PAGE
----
Michelle Backeroff has been working as a community service officer for the Turlock Police Department for 6½ years, the past two in the Crime Prevention Unit. Backeroff runs the Neighborhood Watch programs and serves as a liaison between the department and the public.
Backeroff, 28, recently responded to some questions regarding Neighborhood Watch, public safety and the surprises of crime prevention work.
I hold two associate degrees from Modesto Junior College (behavioral and social sciences, and child development). I also have a bachelor’s degree in psychology from Chapman University
Neighborhood Watch is a program designed for citizens to develop organization within neighborhoods to increase crime prevention awareness and reduce crime in and around the neighborhood. Although Turlock police patrol officers provide patrols in neighborhoods throughout Turlock, it is impossible for them to be everywhere and to witness every crime.
Neighborhood Watch creates an organized partnership with the citizens of Turlock and the Police Department. It focuses on observation, awareness and communication (reporting crime and suspicious activity). Through the community/police partnership, the community is given the necessary resources to reduce crime. This partnership often results in a safer, cleaner and more comfortable living environment.
The key to starting a Neighborhood Watch is to ensure the entire neighborhood (or majority of it) is on board. Once the neighborhood is ready to begin, it must decide who will serve as the Neighborhood Watch captain. The captains serve as a liaison between the neighborhood and the Police Department. Their job is also to maintain communication with the neighbors and to schedule regular Neighborhood Watch meetings. After the Neighborhood Watch captain is chosen, that person can contact me to organize the first Neighborhood Watch meeting.
During the first meeting, discussions are held on the organization of Neighborhood Watch, crime trends in the area, personal safety, burglary prevention, vehicle safety, etc. We also discuss maintenance of the program and ways to keep the program active. The Police Department will provide Neighborhood Watch signs, free of charge, for those active Neighborhood Watch groups.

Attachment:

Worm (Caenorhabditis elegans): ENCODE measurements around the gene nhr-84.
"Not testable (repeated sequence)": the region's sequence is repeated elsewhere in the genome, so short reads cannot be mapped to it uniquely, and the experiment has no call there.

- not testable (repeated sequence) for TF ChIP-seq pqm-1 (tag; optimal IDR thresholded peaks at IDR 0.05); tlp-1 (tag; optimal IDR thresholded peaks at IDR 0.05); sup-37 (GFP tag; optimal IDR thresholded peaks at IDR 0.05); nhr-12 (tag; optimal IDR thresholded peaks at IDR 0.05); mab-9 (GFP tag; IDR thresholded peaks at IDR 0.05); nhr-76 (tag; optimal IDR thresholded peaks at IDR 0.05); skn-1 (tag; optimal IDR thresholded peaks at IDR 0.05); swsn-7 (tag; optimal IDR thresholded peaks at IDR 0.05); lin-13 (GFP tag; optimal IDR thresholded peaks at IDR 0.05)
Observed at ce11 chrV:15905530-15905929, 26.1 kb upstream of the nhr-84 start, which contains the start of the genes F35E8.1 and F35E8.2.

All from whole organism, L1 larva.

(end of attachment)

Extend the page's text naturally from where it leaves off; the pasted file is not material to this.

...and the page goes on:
There are approximately 70 active Neighborhood Watch groups in Turlock.
The most important thing people can do is to be aware of crime in their area, observe what is going on around them, and report any crime or suspicious activity to the police. Many times, people are hesitant to call because they “do not want to bother” the police. However, our job is to ensure the safety of the Turlock community members. If something does not seem right, chances are it is not. It is our job to make that determination, so do not hesitate to call. If you have an emergency, call 911. If it is a nonemergency, you can call the nonemergency dispatch line: (209) 668-1200. Other tips:
Similar to Neighborhood Watch, Business Watch groups are designed for similar businesses, or businesses in close proximity, wanting to reduce crime and potential liability/profit loss. Business owners/managers communicate with each other on suspicious activity or crime trends. The Police Department will provide training and presentations for these groups to help them reduce crime within and around the businesses.
There are a lot of programs offered to the citizens of Turlock through the Crime Prevention office. All programs are free of cost. Following is a list of some of the programs offered:
The Turlock Police Department has 21 volunteers. Turlock police volunteers are the heart of crime prevention. Volunteers provide “extra eyes and ears” on patrol and helping hands at the police station. Some of their duties include disabled parking violation enforcement, garage sale permit compliance, traffic control, data entry, vacation house checks, assist in searching for missing persons and multiple other tasks inside and outside the department.
The volunteer program is designed for citizens interested in giving back to the community, and is not designed as a training program into a paid law enforcement position. Applicants must be at least 21 years of age with good moral character. We are always hiring for volunteers, and encourage anyone who is interested to pick up an application at the Police Department.